4 / 5 Stars
4 4 5 4 2
Zacks Investment Research
Standard & Poor's
5 / 5 Stars
#10 in Intermediate-Term Bond
U.S. News evaluated 273 Intermediate-Term Bond Funds. Our list highlights the top-rated funds for long-term investors based on the ratings of leading fund industry researchers.
The fund has returned 6.15 percent over the past year, 5.07 percent over the past three years, 7.15 percent over the past five years, and 5.66 percent over the past decade.
|Trailing Returns||Updated 06.30.2014|
|Year to date||4.9%|
|3 Years (Annualized)||5.1%|
|5 Years (Annualized)||7.2%|
|10 Years (Annualized)||5.7%|
The USAA Income fund is a respected long-term bond fund that, like many of its peers, is taking a wait-and-see approach. Although it’s diversified among fixed-income securities, management is mopping up short-term bonds at the moment with the hope that it can sell them to reinvest in longer-term securities when interest rates rise to more attractive levels.
As of July 03, 2014, the fund has assets totaling almost $4.95 billion invested in 643 different holdings. Its portfolio consists of a broad mix of fixed-income securities, with a noticeable preference for corporate debt of lower-credit quality. It also carries a minimal percentage of dividend-paying equities.
Manager Didi Weinblatt has proved her mettle over the years. In 2009, the fund’s 19 percent return reflected Weinblatt’s equanimity in the face of the financial crash. As her compatriots slashed and burned their way out of the flailing bond market, Weinblatt moved in with abandon, buying up a large number of corporate mortgage-backed securities at rock-bottom prices. The decision put her in the top 16 percent of similar intermediate-term bond funds, a designation signifying the fund’s tendency toward bonds that mature between three and 10 years. But as the bond market rose precipitously over the last two years, Weinblatt has grown more conservative. With the expectation that interest rates will rise in the next year or so, she’s moved the fund’s focus toward short-term securities. If rates do rise, short-term securities are the least affected, and she can easily sell them to reinvest in longer term bonds at higher rates.
But Weinblatt is still admittedly nervous. “The big thing right now is the Fed[eral Reserve],” Weinblatt says. “I used to say that the Fed controls short-term rates, and the market controls long-term rates. But now the Fed is trying to control the longer end, at least out to 10 years.” But her turnoff to low rates has allowed her to be creative. Although the fund traditionally only holds a small amount of preferred stock, Weinblatt purchased blue-chip common stocks like Johnson & Johnson and AT&T in the second half of 2010, because their dividends were higher than their own bond yields, an unusual abnormality. Weinblatt has also moved toward lower-credit qualities in a bid to keep yields high. The fund yielded 4.4 percent in 2010. As of its Oct. 31, 2010, filing, a third of the fund’s bond portfolio had coupon rates of 6 percent or greater. Half of its portfolio consists of foreign and domestic corporate bonds. The fund relies much less than its peers on government agency debt and treasuries. The fund has returned 6.15 percent over the past year and 5.07 percent over the past three years.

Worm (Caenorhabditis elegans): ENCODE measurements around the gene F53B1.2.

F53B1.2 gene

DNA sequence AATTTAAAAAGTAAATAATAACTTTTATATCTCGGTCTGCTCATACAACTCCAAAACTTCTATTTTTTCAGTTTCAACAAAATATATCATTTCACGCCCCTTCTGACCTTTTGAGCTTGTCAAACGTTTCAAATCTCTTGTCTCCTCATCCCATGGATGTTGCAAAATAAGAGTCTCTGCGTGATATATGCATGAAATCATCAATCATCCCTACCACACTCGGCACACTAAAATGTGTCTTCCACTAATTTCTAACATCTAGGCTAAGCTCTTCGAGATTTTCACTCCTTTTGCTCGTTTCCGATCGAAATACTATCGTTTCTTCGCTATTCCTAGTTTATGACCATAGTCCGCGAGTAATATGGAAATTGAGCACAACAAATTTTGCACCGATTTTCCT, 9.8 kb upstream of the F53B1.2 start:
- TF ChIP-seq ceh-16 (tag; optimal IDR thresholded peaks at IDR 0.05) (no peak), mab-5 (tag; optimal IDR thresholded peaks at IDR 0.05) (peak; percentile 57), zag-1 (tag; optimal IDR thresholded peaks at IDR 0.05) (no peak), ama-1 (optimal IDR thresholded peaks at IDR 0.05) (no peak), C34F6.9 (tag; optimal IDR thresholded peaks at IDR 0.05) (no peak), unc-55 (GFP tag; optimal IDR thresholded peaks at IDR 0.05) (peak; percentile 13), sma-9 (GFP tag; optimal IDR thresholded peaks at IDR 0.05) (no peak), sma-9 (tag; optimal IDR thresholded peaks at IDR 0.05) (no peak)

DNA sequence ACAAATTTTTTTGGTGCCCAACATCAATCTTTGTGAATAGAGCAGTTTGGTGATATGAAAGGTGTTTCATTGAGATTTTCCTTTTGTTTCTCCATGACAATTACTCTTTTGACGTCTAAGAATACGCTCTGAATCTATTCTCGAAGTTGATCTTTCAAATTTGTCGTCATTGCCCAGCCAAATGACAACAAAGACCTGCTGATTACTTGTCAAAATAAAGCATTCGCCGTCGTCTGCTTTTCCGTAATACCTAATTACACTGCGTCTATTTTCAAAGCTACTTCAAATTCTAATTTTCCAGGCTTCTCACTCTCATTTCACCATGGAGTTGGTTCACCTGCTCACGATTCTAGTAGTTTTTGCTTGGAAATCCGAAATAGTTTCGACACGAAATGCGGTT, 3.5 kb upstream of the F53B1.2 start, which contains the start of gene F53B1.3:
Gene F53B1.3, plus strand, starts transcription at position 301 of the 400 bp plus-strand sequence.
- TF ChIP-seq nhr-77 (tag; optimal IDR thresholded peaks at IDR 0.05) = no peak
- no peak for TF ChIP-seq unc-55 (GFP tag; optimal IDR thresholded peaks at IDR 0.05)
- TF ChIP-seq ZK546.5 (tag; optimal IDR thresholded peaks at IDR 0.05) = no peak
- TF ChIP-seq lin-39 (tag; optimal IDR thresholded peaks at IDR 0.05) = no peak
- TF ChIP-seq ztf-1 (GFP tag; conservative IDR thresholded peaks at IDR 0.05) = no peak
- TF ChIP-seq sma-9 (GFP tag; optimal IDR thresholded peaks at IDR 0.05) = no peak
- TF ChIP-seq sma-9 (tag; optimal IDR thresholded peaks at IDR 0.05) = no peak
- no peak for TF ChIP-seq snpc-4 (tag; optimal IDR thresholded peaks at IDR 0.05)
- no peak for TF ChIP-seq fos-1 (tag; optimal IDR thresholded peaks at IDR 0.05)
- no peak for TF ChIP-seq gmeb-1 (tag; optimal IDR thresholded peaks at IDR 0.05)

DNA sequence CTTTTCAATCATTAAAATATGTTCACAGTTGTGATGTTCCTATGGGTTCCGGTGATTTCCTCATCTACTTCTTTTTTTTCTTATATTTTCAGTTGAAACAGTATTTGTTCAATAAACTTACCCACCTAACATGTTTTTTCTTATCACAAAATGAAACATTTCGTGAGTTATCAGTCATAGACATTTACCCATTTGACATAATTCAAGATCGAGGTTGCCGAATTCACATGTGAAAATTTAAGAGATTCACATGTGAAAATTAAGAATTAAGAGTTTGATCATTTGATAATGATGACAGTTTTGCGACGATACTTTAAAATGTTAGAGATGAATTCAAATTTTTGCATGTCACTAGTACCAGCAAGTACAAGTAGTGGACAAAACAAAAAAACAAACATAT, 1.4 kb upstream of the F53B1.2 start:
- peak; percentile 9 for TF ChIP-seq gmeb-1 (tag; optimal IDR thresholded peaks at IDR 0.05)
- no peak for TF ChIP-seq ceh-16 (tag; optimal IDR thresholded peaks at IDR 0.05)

This short-term focus is at odds with the fund’s normal keel. Weinblatt’s long-term focus has paid off in the past. The fund’s three-, five- and 10-year annualized returns, all under Weinblatt’s watch, place the fund in the top third of its peer group. By her own acknowledgement, she’s not an index-obsessed manager. While the fund holds a wide variety of fixed-income assets, its sector preference changes with the market. Continuities reflect a lack of interest in treasuries, a somewhat steady allocation of about a quarter of the portfolio to mortgage-related securities, and a heavy preference for U.S. and foreign corporate debt (which accounted for 50 percent of the portfolio at the end of 2010). The fund has returned 7.15 percent over the past five years and 5.66 percent over the past decade.
The fund wields a diverse mix of fixed-income securities, including U.S. and foreign corporate debt, U.S. treasury and agency debt, mortgage-backed securities, and a minimal amount of common stocks and REITs. Management takes on more credit risk than peers, which boosts its average interest rate and thus, its yield.
Role in Portfolio
Morningstar calls this a core holding.
Margaret (AKA Didi) Weinblatt has managed the fund since 2000. She also manages the USAA GNMA fund. Weinblatt relies on a pool of nearly 30 analysts for market research.
USAA Income Fund has an expense ratio of 0.58 percent.
The fund is safer than most of its peers. It has only lost money in one of the last 10 years. It could lag its peers in the short term, however, as manager Didi Weinblatt has refused to invest in many intermediate-term securities at current low rates. Instead she has tended to invest in short-term securities with even lower rates in the hope that she can jump back into the market quickly once rates rise for longer term bonds.